To characterize the recovered catalyst and compare with the fresh catalyst and to determine whether there have been any changes of the crystalline structure of gold nanoparticles, XRD analysis has been performed. Fig. 10 shows that there is no change of the crystalline structure of gold nanoparticles after the Suzuki–Miyaura C–C bond formation reaction.


image file: c8na00273h-f10.tif
Fig. 10 The XRD patterns of the as-synthesized gold nanoparticles and recovered gold nanoparticles after the Suzuki–Miyaura C–C bond formation reaction.

Moreover, we have used SEM and TEM to characterize the recovered catalyst form the Suzuki–Miyaura C–C bond formation reaction and compared with the fresh catalyst to determine whether there have been any changes of the morphology and aggregations of gold nanoparticles. The FESEM image (Fig. 11a) depicts the spherical shape of the recovered gold nanoparticles. Fig. 11b shows the EDX pattern of the gold nanoparticles and weight% of elements from EDX. There is no significant change with reference to those before the Suzuki–Miyaura C–C bond formation reaction. The TEM image (Fig. 11c) shows the spherical shape of the recovered gold nanoparticles from the Suzuki–Miyaura C–C bond formation reaction. The average diameters of the nanoparticles are in the range of 30 nm to 45 nm. Fig. 11d exhibits the electron diffraction pattern of the recovered gold nanoparticles from the Suzuki–Miyaura C–C bond formation reaction.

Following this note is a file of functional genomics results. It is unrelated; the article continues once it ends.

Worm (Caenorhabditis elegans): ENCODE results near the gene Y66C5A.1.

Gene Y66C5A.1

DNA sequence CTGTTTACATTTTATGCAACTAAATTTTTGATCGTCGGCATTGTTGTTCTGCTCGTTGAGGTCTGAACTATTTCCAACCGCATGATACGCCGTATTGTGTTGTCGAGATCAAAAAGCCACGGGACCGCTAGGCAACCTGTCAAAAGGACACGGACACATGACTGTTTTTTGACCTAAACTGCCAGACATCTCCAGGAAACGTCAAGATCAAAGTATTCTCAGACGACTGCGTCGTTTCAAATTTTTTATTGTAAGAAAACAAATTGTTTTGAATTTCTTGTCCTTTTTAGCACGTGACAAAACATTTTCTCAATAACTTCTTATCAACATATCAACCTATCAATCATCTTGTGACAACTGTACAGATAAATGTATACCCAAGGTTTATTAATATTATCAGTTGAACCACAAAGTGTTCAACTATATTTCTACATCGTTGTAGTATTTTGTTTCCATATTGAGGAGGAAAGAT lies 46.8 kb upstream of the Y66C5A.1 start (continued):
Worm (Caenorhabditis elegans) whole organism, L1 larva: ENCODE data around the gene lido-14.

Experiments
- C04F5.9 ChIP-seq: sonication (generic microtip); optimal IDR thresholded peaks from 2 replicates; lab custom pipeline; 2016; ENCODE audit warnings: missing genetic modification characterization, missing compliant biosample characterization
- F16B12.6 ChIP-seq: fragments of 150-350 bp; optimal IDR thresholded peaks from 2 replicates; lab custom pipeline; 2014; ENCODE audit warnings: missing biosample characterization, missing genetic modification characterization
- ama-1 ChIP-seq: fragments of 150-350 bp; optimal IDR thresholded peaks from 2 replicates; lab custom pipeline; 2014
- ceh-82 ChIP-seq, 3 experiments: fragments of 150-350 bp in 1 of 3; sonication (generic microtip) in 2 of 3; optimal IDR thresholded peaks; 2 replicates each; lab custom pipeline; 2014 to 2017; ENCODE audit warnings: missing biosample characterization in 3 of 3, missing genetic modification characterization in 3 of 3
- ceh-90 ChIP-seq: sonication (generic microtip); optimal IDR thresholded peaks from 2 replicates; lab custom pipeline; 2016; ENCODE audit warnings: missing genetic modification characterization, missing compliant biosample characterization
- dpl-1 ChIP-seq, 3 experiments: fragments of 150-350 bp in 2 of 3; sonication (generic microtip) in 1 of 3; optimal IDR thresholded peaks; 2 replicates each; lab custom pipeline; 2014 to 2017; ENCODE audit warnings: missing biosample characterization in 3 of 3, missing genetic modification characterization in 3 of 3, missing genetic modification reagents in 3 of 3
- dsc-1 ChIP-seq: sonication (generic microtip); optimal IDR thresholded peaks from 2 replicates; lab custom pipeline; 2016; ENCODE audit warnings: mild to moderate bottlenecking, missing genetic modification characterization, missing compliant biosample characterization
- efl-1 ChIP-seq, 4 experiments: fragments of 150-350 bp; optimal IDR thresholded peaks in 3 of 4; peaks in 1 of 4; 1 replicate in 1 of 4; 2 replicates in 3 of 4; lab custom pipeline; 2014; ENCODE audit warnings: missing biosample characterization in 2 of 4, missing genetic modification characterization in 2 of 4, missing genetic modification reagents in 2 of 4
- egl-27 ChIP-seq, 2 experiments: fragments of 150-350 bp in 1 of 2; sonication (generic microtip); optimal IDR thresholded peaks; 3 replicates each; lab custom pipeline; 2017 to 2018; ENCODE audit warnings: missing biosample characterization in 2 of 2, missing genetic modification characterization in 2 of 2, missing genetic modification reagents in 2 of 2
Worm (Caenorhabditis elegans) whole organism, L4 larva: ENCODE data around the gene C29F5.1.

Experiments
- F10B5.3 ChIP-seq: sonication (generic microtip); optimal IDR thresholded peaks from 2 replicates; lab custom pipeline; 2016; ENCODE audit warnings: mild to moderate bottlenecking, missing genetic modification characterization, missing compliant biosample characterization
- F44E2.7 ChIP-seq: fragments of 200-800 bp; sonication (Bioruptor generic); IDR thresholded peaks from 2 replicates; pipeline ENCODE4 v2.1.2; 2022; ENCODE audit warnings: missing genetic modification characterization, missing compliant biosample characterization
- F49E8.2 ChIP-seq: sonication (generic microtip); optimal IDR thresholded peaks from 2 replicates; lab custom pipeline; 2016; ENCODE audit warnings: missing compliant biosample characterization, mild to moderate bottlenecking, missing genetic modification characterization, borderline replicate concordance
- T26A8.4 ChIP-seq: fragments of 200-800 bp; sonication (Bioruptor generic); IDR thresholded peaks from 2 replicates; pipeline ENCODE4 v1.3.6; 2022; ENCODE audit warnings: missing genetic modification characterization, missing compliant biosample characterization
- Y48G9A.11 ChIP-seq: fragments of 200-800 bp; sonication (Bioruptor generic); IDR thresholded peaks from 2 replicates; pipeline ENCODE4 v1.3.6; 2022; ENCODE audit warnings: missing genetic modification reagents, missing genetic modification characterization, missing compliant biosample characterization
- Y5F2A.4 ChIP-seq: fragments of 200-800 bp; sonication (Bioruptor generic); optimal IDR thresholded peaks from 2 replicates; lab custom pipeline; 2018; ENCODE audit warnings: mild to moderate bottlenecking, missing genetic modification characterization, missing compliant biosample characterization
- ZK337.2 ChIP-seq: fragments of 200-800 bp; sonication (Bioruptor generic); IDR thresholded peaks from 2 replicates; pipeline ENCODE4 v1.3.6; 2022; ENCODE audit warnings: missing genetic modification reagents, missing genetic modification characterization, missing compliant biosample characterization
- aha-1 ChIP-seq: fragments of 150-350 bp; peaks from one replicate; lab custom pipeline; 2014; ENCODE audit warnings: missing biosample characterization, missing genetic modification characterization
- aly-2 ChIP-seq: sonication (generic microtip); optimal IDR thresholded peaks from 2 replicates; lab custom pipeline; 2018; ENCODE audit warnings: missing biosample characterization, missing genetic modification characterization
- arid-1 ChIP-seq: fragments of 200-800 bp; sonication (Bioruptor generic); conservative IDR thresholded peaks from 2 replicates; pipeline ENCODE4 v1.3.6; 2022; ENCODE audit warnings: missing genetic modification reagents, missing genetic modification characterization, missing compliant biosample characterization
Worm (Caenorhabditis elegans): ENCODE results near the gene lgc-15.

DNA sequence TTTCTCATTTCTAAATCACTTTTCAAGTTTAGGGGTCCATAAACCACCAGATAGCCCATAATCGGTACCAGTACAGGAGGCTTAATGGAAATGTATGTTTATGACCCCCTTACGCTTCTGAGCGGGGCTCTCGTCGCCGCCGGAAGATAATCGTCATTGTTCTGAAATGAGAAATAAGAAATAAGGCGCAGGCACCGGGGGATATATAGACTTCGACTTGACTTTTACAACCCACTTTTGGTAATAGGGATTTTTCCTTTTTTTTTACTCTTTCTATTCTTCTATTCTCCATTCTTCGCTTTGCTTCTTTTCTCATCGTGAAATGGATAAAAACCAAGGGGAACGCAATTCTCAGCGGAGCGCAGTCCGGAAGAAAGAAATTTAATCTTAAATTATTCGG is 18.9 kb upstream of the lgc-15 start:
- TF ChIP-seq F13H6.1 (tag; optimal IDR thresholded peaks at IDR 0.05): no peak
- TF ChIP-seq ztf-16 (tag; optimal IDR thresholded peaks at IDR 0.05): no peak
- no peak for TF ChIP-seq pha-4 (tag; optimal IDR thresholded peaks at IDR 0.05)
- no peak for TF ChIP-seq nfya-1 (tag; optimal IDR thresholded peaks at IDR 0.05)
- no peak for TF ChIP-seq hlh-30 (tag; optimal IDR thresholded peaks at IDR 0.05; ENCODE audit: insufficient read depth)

image file: c8na00273h-f11.tif
Fig. 11 (a) FE-SEM image showing the spherical morphology of the recovered gold nanoparticles from the Suzuki–Miyaura C–C bond formation reaction. (b) EDX showing the presence of gold nanoparticles (inset: weight% of elements from EDX). (c) TEM image showing the spherical morphology of the recovered gold nanoparticles from the Suzuki–Miyaura C–C bond formation reaction. (d) The electron diffraction pattern of the recovered gold nanoparticles.

4. Conclusions

In conclusion, we have successfully synthesized urea-modified tryptophan and leucine. Furthermore, we have used the urea-modified tryptophan as an in situ reducing agent as well as a stabilizing agent for the fabrication of gold nanoparticles from HAuCl4 at room temperature in water. The urea-modified tryptophan gives an electron to a gold ion and forms an intermediate tryptophan radical. The tryptophan radical finally converts to either native tryptophan or ditryptophan. Moreover, the gold nanoparticles act as excellent catalysts for the Suzuki–Miyaura cross-coupling reaction between phenylboronic acid and p-bromobenzoic acid at 45 °C in water. The high efficiency exhibited by the gold nanoparticle catalyst in the model Suzuki–Miyaura C–C bond formation reaction was effectively translated to a large number of aryl halides with phenylboronic acid. The results presented in this study may foster research on gold nanoparticle catalyzed C–C bond formation.

Conflicts of interest

The authors declare no conflict of interest.

Acknowledgements

This work was financed by IISER-Kolkata. S. Sasmal acknowledges IISER Kolkata, India for providing a senior research fellowship. M. Debnath and S. K. Nandi thank CSIR, India for research fellowship.

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Footnote

Electronic supplementary information (ESI) available: Synthesis and characterization of compounds, 1H NMR, 13C NMR, solid state FTIR spectra, Fig. ESI S1–S4, and Fig. S1–S52. See DOI: 10.1039/c8na00273h